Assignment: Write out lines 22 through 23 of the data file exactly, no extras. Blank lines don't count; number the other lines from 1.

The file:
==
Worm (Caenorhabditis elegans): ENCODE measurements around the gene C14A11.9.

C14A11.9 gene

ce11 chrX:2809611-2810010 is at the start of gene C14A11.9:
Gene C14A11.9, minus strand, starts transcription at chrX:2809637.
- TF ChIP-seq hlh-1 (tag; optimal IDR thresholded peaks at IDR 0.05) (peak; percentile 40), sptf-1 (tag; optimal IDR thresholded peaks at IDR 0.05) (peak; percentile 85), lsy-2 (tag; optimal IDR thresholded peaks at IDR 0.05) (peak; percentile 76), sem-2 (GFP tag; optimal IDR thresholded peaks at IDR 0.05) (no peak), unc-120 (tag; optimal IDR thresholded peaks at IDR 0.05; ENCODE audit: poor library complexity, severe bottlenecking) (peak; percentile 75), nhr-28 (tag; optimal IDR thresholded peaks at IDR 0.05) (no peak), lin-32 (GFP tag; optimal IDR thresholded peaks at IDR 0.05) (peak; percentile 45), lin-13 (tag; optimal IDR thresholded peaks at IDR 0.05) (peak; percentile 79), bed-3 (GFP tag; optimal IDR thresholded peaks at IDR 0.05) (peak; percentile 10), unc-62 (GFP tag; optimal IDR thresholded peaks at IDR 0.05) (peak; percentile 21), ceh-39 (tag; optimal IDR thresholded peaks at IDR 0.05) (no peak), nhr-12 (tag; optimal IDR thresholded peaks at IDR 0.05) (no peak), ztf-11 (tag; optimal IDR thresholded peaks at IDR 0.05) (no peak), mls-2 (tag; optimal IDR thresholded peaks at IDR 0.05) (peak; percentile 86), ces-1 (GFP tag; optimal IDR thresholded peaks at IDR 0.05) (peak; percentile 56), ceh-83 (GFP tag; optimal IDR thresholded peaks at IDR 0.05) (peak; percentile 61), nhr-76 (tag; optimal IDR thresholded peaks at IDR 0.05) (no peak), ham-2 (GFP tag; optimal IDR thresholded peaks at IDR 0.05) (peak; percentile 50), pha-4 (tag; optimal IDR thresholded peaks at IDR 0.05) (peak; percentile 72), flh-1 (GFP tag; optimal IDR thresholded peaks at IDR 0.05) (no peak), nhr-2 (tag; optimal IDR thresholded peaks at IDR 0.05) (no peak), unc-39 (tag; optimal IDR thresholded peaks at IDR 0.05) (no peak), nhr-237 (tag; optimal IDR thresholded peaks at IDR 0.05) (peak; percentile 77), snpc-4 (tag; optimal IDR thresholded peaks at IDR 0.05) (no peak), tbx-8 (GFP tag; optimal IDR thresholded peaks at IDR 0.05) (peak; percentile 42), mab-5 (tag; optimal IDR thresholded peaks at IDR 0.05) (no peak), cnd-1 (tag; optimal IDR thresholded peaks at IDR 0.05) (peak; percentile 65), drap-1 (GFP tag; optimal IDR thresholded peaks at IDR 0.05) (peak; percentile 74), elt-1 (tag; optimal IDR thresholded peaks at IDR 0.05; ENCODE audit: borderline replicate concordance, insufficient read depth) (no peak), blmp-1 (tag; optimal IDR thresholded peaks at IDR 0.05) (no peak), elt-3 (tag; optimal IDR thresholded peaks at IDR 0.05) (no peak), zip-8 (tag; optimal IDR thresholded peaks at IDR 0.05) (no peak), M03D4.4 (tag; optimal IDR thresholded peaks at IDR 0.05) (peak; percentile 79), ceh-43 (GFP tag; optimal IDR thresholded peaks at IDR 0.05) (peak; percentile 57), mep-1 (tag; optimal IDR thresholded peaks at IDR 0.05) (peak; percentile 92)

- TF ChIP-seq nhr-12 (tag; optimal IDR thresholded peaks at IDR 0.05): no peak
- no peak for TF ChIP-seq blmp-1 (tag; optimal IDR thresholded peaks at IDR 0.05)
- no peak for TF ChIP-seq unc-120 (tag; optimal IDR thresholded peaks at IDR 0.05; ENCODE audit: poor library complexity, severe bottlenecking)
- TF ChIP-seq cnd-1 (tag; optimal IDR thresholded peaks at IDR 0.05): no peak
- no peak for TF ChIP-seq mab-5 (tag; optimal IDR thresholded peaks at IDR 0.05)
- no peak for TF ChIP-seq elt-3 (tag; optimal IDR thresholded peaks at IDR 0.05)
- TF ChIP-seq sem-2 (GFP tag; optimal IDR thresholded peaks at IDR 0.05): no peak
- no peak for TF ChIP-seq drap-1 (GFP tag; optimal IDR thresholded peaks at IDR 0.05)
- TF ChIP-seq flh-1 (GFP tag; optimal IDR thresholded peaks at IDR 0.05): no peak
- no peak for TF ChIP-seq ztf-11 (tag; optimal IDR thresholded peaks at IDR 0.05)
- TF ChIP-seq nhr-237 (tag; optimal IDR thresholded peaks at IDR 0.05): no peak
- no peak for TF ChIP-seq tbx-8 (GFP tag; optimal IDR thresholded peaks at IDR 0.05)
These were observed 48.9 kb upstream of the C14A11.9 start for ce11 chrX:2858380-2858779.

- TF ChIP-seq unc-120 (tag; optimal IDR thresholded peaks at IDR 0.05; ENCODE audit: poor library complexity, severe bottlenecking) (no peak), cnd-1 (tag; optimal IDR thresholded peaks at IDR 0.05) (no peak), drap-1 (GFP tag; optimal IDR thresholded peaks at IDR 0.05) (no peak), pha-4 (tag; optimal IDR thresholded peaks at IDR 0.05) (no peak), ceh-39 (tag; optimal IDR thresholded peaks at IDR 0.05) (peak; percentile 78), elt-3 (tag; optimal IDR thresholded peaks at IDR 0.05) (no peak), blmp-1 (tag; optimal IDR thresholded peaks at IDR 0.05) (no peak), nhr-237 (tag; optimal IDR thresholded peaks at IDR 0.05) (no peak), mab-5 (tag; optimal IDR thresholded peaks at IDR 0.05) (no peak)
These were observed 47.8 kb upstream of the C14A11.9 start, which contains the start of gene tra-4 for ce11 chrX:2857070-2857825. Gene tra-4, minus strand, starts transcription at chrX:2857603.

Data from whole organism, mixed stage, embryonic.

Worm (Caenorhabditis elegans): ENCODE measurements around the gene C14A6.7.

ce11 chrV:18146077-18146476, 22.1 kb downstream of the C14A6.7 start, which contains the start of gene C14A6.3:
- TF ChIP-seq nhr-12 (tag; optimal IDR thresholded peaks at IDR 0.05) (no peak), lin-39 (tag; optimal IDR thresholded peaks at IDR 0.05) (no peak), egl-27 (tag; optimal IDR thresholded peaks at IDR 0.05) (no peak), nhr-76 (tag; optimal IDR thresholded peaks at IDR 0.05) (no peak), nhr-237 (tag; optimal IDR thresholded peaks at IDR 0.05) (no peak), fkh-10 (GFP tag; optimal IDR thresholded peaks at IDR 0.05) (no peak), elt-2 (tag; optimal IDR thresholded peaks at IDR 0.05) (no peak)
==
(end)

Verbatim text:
Worm (Caenorhabditis elegans): ENCODE measurements around the gene C14A6.7.

ce11 chrV:18146077-18146476, 22.1 kb downstream of the C14A6.7 start, which contains the start of gene C14A6.3: